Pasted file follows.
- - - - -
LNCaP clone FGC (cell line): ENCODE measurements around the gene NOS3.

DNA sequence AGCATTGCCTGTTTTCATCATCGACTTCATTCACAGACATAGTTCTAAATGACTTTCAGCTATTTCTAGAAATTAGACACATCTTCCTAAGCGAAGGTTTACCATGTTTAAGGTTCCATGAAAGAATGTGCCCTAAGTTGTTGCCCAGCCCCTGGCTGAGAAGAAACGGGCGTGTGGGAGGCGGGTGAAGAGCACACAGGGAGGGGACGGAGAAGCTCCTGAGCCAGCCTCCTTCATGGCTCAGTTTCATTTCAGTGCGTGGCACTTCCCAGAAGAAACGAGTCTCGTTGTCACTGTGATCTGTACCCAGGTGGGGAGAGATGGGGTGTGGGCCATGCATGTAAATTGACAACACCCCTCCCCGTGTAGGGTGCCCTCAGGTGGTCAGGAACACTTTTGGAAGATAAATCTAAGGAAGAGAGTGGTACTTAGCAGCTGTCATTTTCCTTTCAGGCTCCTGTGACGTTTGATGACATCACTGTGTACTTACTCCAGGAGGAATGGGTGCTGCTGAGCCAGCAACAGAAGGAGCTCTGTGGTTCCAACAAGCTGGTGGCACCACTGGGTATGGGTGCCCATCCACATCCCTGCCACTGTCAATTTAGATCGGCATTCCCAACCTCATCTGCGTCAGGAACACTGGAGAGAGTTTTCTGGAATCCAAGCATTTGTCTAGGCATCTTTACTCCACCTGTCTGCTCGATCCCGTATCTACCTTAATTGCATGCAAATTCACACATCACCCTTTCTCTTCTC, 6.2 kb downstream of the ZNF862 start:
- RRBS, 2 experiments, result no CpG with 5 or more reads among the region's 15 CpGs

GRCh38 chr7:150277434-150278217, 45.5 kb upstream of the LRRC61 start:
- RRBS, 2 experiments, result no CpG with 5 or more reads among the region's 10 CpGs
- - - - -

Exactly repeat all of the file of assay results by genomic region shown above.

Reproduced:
LNCaP clone FGC (cell line): ENCODE measurements around the gene NOS3.

DNA sequence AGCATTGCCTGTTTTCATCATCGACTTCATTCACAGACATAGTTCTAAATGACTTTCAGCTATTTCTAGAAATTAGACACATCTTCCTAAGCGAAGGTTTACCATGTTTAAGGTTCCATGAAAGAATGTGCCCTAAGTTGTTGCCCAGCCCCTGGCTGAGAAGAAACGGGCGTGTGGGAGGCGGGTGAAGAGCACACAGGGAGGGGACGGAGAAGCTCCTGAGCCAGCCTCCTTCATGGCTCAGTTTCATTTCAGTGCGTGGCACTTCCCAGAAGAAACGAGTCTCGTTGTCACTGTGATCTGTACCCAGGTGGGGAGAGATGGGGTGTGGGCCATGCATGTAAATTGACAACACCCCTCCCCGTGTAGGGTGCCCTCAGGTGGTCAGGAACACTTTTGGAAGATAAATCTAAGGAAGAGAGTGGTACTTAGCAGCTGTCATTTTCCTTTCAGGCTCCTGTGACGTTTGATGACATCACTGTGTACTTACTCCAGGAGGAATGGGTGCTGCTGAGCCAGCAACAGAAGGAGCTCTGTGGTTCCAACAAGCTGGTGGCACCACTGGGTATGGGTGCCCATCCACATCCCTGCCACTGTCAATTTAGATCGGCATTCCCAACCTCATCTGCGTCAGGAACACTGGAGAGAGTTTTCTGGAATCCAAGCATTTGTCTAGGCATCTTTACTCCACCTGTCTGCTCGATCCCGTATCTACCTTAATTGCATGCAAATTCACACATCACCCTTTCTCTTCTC, 6.2 kb downstream of the ZNF862 start:
- RRBS, 2 experiments, result no CpG with 5 or more reads among the region's 15 CpGs

GRCh38 chr7:150277434-150278217, 45.5 kb upstream of the LRRC61 start:
- RRBS, 2 experiments, result no CpG with 5 or more reads among the region's 10 CpGs